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McKinsey: Cutting Through the Noise Around Fintech

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McKinsey forecasts that it will be in banks’ best interest to open up. Image: Shutterstock

A new report from McKinsey & Company suggests that the most effective way for fintech to disrupt banking is not to disrupt it at all. Like several other experts in the field, McKinsey has come to the conclusion that cooperation with those who might become competition or “coopetition” offers more advantages.

McKinsey has come to the conclusion that #fintech cooperation offers more advantages than competition. Tweet This

Despite two years’ worth of news cycle warning banks that their days may be numbered, thanks to the disintermediation of their services by new fintech players, banks remain important, though threatened. McKinsey argues that while fintech is busy unbundling banking services for consumer ease, banks have only become more necessary as underlying infrastructure for service providers.

The popular example is PayPal; the payments processor that made web payments and peer-to-peer payments accessible and convenient for the first time. However, as McKinsey points out, PayPal and other companies like it add layers to the top of the financial services stack while taking part in “coopetition” with the underlying banking system. Simply put: PayPal’s merchant acquirer is Wells Fargo. Without banks, there is no PayPal. Or Square. Or Venmo.

The irreplaceable status of banks does not, however, exempt them from having to upgrade their antiquated systems. Fintech solutions to consumer problems thrive because banks’ slow tech adoption process leaves end users frustrated. McKinsey identified “six markers of success” that fintech can offer banks to improve customer experience and meet increasing demand:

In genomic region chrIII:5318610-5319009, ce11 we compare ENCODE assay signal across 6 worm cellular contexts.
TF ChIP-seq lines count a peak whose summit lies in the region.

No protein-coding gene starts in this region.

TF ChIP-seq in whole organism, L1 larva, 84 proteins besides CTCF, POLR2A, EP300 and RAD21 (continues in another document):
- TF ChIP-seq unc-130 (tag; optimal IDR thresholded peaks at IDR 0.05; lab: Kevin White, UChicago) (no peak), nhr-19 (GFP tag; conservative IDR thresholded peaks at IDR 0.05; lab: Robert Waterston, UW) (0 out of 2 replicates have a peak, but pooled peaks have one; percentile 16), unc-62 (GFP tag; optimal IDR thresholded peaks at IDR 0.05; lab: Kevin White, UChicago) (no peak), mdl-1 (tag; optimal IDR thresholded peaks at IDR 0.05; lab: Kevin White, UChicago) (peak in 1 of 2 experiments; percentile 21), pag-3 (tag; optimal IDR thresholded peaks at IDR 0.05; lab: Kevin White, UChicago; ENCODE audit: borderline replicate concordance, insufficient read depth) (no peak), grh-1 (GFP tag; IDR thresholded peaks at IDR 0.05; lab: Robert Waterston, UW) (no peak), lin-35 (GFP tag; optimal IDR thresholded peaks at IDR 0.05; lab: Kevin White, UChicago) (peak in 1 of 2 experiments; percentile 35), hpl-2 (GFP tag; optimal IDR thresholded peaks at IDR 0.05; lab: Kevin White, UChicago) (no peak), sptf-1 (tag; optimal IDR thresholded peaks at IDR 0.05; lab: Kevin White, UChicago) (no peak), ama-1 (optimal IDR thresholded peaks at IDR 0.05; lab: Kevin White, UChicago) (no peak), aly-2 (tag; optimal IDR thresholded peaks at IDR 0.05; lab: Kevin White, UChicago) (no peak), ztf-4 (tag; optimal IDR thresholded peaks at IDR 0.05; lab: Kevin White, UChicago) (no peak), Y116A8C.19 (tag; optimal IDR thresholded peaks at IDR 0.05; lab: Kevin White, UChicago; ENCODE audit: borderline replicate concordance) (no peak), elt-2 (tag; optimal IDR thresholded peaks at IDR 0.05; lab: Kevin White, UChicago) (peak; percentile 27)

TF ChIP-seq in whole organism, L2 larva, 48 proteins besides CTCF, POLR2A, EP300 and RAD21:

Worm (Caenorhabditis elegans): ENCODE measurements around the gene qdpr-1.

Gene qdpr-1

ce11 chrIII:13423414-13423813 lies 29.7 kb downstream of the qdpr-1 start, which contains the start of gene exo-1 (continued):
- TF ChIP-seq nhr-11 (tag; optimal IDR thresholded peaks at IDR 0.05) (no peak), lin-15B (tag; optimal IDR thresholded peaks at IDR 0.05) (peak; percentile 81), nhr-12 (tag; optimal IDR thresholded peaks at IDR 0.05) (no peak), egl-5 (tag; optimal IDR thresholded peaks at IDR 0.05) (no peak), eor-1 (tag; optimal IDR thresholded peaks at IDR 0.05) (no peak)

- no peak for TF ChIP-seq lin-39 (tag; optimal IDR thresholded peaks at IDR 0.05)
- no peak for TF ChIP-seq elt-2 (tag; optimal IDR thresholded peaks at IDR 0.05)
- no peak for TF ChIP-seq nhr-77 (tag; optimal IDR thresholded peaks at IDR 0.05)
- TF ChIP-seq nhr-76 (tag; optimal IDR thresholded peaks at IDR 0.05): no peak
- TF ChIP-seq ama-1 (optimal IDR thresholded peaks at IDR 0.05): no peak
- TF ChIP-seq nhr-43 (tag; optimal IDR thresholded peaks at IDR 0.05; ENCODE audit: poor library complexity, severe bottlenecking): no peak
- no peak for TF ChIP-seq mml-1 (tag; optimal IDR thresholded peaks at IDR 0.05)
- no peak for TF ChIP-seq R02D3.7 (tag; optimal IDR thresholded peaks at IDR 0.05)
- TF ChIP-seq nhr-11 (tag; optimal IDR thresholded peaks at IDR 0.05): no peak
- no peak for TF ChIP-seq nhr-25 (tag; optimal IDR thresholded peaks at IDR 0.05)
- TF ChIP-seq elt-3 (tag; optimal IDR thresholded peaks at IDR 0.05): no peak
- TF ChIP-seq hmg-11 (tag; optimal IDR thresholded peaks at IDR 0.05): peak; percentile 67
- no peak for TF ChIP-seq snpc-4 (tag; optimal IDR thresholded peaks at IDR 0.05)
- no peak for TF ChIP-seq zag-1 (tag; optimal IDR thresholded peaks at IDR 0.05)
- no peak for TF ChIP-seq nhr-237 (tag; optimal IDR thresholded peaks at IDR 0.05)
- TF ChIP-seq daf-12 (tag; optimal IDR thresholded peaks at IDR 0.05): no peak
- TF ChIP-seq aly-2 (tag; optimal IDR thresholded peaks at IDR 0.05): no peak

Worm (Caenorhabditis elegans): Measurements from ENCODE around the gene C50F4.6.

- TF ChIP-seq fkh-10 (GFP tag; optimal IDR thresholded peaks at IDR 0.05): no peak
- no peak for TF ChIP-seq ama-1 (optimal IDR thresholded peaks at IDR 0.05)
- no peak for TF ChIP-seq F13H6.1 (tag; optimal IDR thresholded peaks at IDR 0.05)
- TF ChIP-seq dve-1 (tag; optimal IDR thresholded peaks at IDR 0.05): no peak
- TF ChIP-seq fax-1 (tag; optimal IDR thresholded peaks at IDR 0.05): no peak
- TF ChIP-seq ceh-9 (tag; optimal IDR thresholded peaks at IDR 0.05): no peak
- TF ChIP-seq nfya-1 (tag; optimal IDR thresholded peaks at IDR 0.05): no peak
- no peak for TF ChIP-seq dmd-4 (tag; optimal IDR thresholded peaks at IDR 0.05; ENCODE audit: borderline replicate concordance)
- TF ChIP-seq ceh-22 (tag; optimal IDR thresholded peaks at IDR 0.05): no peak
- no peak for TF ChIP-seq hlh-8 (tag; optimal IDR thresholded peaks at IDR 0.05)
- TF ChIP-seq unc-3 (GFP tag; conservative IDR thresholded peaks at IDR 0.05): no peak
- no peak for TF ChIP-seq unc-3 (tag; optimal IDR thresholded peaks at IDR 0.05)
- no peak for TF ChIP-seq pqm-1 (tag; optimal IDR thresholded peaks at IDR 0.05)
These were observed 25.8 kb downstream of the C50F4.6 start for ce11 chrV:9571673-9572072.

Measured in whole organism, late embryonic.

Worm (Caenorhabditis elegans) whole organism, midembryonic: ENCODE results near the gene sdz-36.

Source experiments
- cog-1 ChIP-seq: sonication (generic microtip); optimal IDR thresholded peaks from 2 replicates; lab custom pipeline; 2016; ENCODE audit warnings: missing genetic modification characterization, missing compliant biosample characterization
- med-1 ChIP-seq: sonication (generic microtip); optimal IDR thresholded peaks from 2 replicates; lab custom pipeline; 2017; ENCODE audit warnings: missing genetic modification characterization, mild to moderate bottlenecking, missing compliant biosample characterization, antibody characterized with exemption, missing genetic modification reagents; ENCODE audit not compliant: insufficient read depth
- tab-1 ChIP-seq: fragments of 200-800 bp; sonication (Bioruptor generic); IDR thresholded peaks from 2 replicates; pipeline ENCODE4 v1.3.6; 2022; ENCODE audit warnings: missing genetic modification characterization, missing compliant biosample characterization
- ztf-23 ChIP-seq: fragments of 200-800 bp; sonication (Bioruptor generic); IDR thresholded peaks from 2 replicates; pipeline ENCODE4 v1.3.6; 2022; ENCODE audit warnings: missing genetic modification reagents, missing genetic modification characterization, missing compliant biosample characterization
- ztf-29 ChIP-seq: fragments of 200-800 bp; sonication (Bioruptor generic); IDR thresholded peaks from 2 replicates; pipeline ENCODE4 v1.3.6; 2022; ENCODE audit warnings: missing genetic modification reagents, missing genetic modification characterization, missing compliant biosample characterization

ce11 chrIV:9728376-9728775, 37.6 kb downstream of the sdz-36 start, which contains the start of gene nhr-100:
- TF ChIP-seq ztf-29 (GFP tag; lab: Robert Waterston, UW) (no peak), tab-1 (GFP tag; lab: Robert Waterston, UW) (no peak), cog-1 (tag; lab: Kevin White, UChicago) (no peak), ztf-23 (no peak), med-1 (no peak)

• Banks can begin the process of fintech adoption by building comprehensive data ecosystems. Financial institutions have access to large amounts of customer data. Fintech can help banks aggregate and analyze their customer data to create stickier offerings.
  • Using this data, fintech can help banks create a well-designed, segmented, and integrated customer experience, rather than use one-size-fits-all distribution.
  • Banks now compete with nonbanks to provide savings, loan, and investment services. Much of the success of nonbank brands in these spaces can be attributed to a friendlier user experience and new brands’ employment of digital marketing; a tactic dear to the hearts of the coveted millennial customer. If banks adopted players like Mint or Wealthfront, they could combine the reputation of legacy finance with the agility and modernized offerings of the newcomers.
  • With acquisition comes the opportunity to aggressively mitigate the potential cost advantage fintechs hold through radical simplification, process digitization, and streamlining of legacy systems and technology.
  • Rather than spending time innovating from within and reinventing the wheel, banks can rapidly leverage and deploy this next generation of technologies.
  • All of the above enables banks to rethink legacy organizational structures to support a mostly digital set of services and banking environment.

McKinsey makes a persuasive and nuanced argument in favor of collaboration. Ultimately, banks have more to offer their customers when they welcome new technology and keep up with the rest of the world with real-time and on-demand services. Fintech can benefit from the established position held by banks, enriched by careful regulatory compliance and centuries of consistency.

Fintech is knocking on the door; McKinsey advises banks that it’s time to open up.

This is a conclusion we at Ripple Insights could not agree with more.

Read the full report here.


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